Why Your Home Needs Gutters

They’re not what you first notice about a house and their name isn’t musical. But gutters are important protectors of your house. Gutters are metal channels placed around a roof perimeter to shift run-off water from the roof. Gutters move rain and melting snow to an opening where it’s carried by a downspout away from the house. Downspouts are usually placed at the corners of the house with bends or elbows at ground level to direct water into the yard.

While folks in Phoenix may think they don’t need gutters (they do), those of us in the Vancouver area deal with about 45 inches of rain and 3 inches of snow every year.  That means every acre in Vancouver gets more than 1.2 million gallons of precipitated water annually. Gutters can help you manage that water.

How Do New Gutters Protect Your House?

We know you want to maintain or increase the value of your home. Here are some key reasons why new gutters may help.

Shielding Your House’s Foundation

Without a gutter system, run-off water from the roof falls straight down next to your home’s foundation. Soil near the house becomes saturated and expands, placing pressure on the concrete supporting your home. With enough pressure, the foundation can shift and crack, undermining the stability and safety of your house.

Guarding Your Siding

As rain falls, it brings shingle particles, dirt, and leaves with it. Gutters prevent this debris from staining your home’s exterior. Water can seep into siding, creating wall or ceiling leaks that require expensive repairs. And if you have wood siding, water can cause rot over time, leaving your home vulnerable to insects and pests.

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Preventing Basement Leaks

Water will quickly find its way into your home through cracks in the house foundation. Whether in stationary pools or arriving as rain, water can erode concrete around and between foundation blocks. You may think a small leak isn’t an issue, until the mold starts to grow. And because water is persistent, a small leak can become a large problem, causing flooding and damaging your basement floors, walls, and contents.

Sheltering Your Landscaping

Run-off from a gutter-less roof will pummel the ground below it, loosening and shifting the soil near the house. As the soil shifts, water can pool around your foundation. Soil erosion can damage your landscaping, affecting your home’s curb appeal. Excess water will drown plants and trees, requiring you to pay costs for removal and replacement.

Preserving Your Home Roof

Your gutter system, including the downspouts, needs to be clear of debris to function properly. Blockages will keep water from draining from the roof. If water seeps under the shingles, leaks can develop in the roof, affecting your attic or ceilings.

Determining When to Replace Gutters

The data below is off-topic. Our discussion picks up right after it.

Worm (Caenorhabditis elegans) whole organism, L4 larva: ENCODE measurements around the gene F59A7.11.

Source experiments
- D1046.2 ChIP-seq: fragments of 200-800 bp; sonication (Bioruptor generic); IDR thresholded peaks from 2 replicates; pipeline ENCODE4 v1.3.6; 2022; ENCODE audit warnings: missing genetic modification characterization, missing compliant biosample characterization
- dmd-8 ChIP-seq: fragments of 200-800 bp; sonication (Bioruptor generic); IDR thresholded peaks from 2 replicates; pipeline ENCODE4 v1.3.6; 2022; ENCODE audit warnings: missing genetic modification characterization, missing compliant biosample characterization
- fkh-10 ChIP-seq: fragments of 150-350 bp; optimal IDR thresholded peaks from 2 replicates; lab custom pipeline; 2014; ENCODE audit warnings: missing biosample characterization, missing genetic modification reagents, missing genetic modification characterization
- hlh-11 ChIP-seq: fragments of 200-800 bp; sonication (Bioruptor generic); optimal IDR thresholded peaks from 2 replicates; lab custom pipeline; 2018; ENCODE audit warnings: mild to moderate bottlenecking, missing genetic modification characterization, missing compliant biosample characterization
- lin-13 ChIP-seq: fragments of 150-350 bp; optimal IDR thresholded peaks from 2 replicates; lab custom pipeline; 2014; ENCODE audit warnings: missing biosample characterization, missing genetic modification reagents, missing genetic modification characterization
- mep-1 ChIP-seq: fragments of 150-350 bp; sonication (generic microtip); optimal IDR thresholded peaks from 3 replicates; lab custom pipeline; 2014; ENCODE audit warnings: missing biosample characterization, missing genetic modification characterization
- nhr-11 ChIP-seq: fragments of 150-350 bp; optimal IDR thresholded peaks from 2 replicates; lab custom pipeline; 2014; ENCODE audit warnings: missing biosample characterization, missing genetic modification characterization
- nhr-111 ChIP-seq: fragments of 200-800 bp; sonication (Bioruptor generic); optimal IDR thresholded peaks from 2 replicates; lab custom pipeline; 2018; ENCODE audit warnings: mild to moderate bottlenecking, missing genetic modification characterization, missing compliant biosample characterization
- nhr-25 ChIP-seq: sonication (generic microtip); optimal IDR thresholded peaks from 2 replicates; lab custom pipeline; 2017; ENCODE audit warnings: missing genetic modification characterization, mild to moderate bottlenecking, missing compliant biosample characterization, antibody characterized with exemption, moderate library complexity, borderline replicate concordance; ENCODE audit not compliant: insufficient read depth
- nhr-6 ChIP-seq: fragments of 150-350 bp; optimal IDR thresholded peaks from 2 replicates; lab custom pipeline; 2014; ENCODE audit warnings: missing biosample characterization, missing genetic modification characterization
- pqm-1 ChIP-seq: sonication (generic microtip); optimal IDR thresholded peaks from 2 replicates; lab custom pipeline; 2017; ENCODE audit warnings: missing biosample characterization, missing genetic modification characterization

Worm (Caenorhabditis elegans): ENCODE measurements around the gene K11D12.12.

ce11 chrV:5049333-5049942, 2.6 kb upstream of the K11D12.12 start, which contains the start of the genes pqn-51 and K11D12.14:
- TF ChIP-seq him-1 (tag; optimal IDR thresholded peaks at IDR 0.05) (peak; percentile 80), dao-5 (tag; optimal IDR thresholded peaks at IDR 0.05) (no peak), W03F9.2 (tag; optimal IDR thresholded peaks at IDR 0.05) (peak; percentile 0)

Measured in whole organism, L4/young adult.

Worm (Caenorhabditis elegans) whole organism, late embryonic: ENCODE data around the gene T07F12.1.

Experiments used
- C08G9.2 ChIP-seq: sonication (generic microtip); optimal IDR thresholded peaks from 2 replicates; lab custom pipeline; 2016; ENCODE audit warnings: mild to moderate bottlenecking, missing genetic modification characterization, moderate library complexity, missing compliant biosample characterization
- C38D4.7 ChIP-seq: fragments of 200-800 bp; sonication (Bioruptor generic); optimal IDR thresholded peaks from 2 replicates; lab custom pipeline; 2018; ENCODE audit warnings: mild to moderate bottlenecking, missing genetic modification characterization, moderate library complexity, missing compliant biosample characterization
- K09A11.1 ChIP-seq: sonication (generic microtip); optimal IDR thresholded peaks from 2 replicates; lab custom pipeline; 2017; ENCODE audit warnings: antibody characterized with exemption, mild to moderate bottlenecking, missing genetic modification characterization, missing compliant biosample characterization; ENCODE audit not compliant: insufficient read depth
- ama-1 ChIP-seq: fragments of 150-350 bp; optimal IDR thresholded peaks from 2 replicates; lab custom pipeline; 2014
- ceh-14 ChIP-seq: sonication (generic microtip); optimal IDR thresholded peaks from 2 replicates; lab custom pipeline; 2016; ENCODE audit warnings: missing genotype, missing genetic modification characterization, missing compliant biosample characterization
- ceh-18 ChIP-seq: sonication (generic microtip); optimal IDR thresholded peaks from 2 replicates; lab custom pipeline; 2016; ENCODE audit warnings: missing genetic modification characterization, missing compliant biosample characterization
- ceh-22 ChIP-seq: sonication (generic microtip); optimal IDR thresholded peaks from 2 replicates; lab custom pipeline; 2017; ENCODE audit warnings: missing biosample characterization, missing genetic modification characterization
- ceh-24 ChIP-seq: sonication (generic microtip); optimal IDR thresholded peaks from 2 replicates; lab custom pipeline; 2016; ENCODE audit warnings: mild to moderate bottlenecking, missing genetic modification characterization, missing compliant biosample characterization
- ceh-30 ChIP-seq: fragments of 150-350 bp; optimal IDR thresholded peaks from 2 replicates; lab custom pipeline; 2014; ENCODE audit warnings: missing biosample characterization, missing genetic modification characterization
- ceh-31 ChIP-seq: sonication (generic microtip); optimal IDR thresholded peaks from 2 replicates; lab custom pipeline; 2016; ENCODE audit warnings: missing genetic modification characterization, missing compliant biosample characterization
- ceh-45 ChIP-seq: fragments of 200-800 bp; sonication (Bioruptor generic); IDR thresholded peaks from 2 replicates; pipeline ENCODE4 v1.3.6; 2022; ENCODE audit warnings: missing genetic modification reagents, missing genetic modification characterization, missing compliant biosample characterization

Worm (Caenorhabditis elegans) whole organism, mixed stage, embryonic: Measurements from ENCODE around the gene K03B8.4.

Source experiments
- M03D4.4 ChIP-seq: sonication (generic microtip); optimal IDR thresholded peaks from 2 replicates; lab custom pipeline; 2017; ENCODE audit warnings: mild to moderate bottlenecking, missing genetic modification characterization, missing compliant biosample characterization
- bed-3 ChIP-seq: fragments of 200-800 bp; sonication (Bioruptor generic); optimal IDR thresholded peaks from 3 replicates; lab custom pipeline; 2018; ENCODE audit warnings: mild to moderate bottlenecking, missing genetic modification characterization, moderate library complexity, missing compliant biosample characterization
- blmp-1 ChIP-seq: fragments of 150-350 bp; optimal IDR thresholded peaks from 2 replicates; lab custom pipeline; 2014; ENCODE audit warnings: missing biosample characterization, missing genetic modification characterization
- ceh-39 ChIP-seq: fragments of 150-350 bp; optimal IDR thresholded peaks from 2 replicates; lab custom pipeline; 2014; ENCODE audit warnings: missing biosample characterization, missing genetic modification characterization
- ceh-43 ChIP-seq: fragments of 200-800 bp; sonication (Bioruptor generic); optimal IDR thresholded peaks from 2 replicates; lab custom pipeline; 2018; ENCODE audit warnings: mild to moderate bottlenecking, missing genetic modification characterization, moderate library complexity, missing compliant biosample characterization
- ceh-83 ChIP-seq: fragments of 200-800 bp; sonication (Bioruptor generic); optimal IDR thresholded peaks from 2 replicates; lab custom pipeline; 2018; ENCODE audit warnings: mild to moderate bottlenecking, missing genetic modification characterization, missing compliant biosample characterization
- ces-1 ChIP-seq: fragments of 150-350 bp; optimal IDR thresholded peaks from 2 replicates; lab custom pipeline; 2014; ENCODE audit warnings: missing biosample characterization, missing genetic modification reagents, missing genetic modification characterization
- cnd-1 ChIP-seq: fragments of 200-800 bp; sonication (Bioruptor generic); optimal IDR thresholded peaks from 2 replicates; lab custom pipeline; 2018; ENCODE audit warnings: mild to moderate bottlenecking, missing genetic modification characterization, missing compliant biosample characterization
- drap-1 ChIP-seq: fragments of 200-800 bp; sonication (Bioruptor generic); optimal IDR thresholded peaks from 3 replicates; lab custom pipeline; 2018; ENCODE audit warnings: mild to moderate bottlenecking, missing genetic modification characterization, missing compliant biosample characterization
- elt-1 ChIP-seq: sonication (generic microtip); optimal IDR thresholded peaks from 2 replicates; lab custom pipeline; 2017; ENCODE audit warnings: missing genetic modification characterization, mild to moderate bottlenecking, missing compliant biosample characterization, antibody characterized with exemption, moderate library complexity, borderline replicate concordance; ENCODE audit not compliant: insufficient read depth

After moving a few million gallons of water, your gutter system will need to be replaced. Check your gutter system after a rainfall for these signs warning you to replace your gutters. If you see any of these faults, you may need new gutters.

  • Cracks
  • Seam Separation
  • Leaks
  • Sagging

Materials Available for New Gutters

Gutters are available in several different materials, each with benefits and potential drawbacks. We’ve summarized key points, so you’ll be informed when you select your new gutters.

Aluminum

Aluminum, like vinyl, is lightweight, rust proof, easy to install and cost effective. But aluminum is better able to withstand extreme temperatures. You can paint aluminum gutters to match your house exterior (something vinyl can’t claim) and some brands are seamless, helping reduce the potential of leaks. Its versatility makes aluminum a first choice for many contractors and homeowners.

But aluminum is a relatively soft metal, making it more prone to dents and bends from ladders, hail stones, or ice. You can get a stronger option with primary aluminum gutters, thicker and higher quality than secondary aluminum which is more likely to include recycled material.

Steel or Copper

Sturdy galvanized steel gutters can withstand damage from ladders, branches and the weather. Like aluminum, steel can be painted. Since it does rust (after 5 to 10 years), steel may not last as long as those made with other materials. Its heaviness makes it more challenging and expensive to install.Architectural Shingles on a private home

Stainless steel outperforms galvanized steel because it won’t rust. Stainless steel is viewed to be one of the strongest materials used for gutters, but is expensive, up to four times as much as other materials.

Copper offers exceptional beauty, developing a unique patina over time. Copper won’t rust and doesn’t need to be painted, making copper gutters attractive ‘as is.’  Installation is more complex since gutter seams need to be welded, and copper is the priciest option available.

New gutter installation in Vancouver, WA

If you want more information about when to replace gutters, or want to install new gutters, call our team at Warner Roofing. We’ll help you find the right gutter system for your home – one that fits your style and your budget.

 

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